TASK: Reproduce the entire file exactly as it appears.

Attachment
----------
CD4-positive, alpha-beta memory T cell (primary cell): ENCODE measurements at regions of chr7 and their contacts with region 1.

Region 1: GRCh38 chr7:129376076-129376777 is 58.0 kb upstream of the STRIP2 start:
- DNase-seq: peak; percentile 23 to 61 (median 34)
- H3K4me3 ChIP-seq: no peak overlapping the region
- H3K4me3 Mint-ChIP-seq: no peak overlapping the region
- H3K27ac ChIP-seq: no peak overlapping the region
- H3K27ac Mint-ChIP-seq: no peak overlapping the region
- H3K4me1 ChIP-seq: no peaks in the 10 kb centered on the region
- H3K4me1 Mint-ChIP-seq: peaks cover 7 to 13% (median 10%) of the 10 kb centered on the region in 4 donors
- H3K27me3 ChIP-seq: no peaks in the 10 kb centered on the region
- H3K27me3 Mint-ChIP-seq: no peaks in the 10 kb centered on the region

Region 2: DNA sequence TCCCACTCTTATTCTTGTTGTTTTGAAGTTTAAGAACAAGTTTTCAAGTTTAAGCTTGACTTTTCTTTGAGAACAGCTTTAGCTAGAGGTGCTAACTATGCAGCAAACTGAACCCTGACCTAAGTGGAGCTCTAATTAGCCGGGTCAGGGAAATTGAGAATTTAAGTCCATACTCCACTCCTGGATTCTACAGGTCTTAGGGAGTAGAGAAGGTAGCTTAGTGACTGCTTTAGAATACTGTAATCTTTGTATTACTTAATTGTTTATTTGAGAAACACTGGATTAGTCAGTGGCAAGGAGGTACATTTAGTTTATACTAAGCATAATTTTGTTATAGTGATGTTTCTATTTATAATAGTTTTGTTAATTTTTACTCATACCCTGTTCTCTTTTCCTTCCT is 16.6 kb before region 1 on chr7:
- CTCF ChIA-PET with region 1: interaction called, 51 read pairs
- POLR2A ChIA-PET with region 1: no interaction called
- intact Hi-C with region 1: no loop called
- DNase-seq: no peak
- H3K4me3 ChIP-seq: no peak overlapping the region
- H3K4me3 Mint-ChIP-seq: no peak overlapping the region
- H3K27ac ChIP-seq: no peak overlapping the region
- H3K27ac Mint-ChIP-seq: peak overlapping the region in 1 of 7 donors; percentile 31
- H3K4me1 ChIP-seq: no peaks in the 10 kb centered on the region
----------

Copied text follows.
CD4-positive, alpha-beta memory T cell (primary cell): ENCODE measurements at regions of chr7 and their contacts with region 1.

Region 1: GRCh38 chr7:129376076-129376777 is 58.0 kb upstream of the STRIP2 start:
- DNase-seq: peak; percentile 23 to 61 (median 34)
- H3K4me3 ChIP-seq: no peak overlapping the region
- H3K4me3 Mint-ChIP-seq: no peak overlapping the region
- H3K27ac ChIP-seq: no peak overlapping the region
- H3K27ac Mint-ChIP-seq: no peak overlapping the region
- H3K4me1 ChIP-seq: no peaks in the 10 kb centered on the region
- H3K4me1 Mint-ChIP-seq: peaks cover 7 to 13% (median 10%) of the 10 kb centered on the region in 4 donors
- H3K27me3 ChIP-seq: no peaks in the 10 kb centered on the region
- H3K27me3 Mint-ChIP-seq: no peaks in the 10 kb centered on the region

Region 2: DNA sequence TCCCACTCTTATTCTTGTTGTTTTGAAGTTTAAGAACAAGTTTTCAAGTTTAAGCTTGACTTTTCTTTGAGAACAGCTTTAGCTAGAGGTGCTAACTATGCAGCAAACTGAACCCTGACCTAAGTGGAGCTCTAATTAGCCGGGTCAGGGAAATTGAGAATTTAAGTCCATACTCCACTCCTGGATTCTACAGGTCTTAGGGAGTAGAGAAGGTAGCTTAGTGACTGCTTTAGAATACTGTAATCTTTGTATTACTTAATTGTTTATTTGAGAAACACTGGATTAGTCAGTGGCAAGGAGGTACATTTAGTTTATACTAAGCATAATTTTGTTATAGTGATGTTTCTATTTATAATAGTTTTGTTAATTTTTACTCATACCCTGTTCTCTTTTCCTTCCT is 16.6 kb before region 1 on chr7:
- CTCF ChIA-PET with region 1: interaction called, 51 read pairs
- POLR2A ChIA-PET with region 1: no interaction called
- intact Hi-C with region 1: no loop called
- DNase-seq: no peak
- H3K4me3 ChIP-seq: no peak overlapping the region
- H3K4me3 Mint-ChIP-seq: no peak overlapping the region
- H3K27ac ChIP-seq: no peak overlapping the region
- H3K27ac Mint-ChIP-seq: peak overlapping the region in 1 of 7 donors; percentile 31
- H3K4me1 ChIP-seq: no peaks in the 10 kb centered on the region